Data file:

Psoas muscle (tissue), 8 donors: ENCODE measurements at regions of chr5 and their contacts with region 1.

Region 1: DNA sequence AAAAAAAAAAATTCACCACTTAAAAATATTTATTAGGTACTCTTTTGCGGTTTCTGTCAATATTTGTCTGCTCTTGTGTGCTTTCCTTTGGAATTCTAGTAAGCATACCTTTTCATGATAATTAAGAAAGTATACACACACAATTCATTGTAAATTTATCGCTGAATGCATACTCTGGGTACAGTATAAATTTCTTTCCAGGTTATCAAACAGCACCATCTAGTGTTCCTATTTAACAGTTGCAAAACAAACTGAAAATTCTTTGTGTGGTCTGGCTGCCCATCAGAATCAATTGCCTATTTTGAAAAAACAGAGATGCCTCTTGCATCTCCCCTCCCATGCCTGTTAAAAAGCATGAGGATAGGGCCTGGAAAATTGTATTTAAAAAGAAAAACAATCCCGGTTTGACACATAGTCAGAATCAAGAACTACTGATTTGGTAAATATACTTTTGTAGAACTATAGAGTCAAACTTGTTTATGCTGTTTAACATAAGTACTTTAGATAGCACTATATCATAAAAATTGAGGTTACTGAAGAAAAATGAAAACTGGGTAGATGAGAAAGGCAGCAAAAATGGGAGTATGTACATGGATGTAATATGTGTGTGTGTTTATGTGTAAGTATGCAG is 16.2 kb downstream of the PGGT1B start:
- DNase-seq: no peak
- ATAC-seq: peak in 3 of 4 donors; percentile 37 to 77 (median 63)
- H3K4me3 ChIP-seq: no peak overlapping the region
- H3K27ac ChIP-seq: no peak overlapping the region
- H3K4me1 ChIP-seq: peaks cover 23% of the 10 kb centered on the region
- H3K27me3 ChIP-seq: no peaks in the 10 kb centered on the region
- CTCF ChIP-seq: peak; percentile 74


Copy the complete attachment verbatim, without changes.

Psoas muscle (tissue), 8 donors: ENCODE measurements at regions of chr5 and their contacts with region 1.

Region 1: DNA sequence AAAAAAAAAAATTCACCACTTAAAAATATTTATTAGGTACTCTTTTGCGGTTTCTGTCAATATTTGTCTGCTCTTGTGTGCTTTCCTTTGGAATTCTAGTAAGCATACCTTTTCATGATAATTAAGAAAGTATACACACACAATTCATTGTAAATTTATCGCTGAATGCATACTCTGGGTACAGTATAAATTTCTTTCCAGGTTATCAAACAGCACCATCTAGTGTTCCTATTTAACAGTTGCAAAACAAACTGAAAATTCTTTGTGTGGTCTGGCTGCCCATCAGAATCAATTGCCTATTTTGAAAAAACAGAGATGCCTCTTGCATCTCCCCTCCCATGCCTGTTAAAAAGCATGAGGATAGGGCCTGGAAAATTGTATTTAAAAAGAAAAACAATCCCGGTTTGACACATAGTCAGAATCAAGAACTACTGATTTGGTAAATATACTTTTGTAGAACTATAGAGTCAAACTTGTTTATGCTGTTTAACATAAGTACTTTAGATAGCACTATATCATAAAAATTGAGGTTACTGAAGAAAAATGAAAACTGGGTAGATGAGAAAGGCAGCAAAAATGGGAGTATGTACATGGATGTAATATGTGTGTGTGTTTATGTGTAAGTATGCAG is 16.2 kb downstream of the PGGT1B start:
- DNase-seq: no peak
- ATAC-seq: peak in 3 of 4 donors; percentile 37 to 77 (median 63)
- H3K4me3 ChIP-seq: no peak overlapping the region
- H3K27ac ChIP-seq: no peak overlapping the region
- H3K4me1 ChIP-seq: peaks cover 23% of the 10 kb centered on the region
- H3K27me3 ChIP-seq: no peaks in the 10 kb centered on the region
- CTCF ChIP-seq: peak; percentile 74